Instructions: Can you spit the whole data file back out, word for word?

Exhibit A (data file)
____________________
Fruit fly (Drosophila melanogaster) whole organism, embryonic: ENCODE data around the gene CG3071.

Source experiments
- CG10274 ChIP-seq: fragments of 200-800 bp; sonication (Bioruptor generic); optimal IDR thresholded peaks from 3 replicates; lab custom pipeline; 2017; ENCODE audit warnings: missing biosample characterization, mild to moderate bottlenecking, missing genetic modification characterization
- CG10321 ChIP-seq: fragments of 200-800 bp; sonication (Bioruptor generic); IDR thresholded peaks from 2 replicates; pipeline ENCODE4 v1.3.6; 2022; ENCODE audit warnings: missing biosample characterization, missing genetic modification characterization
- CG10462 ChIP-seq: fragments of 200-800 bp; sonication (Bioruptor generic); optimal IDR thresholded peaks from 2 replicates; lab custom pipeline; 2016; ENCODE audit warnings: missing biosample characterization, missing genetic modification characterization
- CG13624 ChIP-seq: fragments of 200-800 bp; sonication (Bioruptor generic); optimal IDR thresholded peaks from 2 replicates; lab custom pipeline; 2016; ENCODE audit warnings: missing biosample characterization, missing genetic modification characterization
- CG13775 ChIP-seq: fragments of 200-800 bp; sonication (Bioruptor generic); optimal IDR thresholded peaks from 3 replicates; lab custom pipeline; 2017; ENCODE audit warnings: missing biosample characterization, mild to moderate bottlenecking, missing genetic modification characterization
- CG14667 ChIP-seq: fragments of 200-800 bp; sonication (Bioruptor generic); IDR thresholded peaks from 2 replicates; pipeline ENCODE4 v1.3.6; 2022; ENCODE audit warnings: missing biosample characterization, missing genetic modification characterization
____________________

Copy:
Fruit fly (Drosophila melanogaster) whole organism, embryonic: ENCODE data around the gene CG3071.

Source experiments
- CG10274 ChIP-seq: fragments of 200-800 bp; sonication (Bioruptor generic); optimal IDR thresholded peaks from 3 replicates; lab custom pipeline; 2017; ENCODE audit warnings: missing biosample characterization, mild to moderate bottlenecking, missing genetic modification characterization
- CG10321 ChIP-seq: fragments of 200-800 bp; sonication (Bioruptor generic); IDR thresholded peaks from 2 replicates; pipeline ENCODE4 v1.3.6; 2022; ENCODE audit warnings: missing biosample characterization, missing genetic modification characterization
- CG10462 ChIP-seq: fragments of 200-800 bp; sonication (Bioruptor generic); optimal IDR thresholded peaks from 2 replicates; lab custom pipeline; 2016; ENCODE audit warnings: missing biosample characterization, missing genetic modification characterization
- CG13624 ChIP-seq: fragments of 200-800 bp; sonication (Bioruptor generic); optimal IDR thresholded peaks from 2 replicates; lab custom pipeline; 2016; ENCODE audit warnings: missing biosample characterization, missing genetic modification characterization
- CG13775 ChIP-seq: fragments of 200-800 bp; sonication (Bioruptor generic); optimal IDR thresholded peaks from 3 replicates; lab custom pipeline; 2017; ENCODE audit warnings: missing biosample characterization, mild to moderate bottlenecking, missing genetic modification characterization
- CG14667 ChIP-seq: fragments of 200-800 bp; sonication (Bioruptor generic); IDR thresholded peaks from 2 replicates; pipeline ENCODE4 v1.3.6; 2022; ENCODE audit warnings: missing biosample characterization, missing genetic modification characterization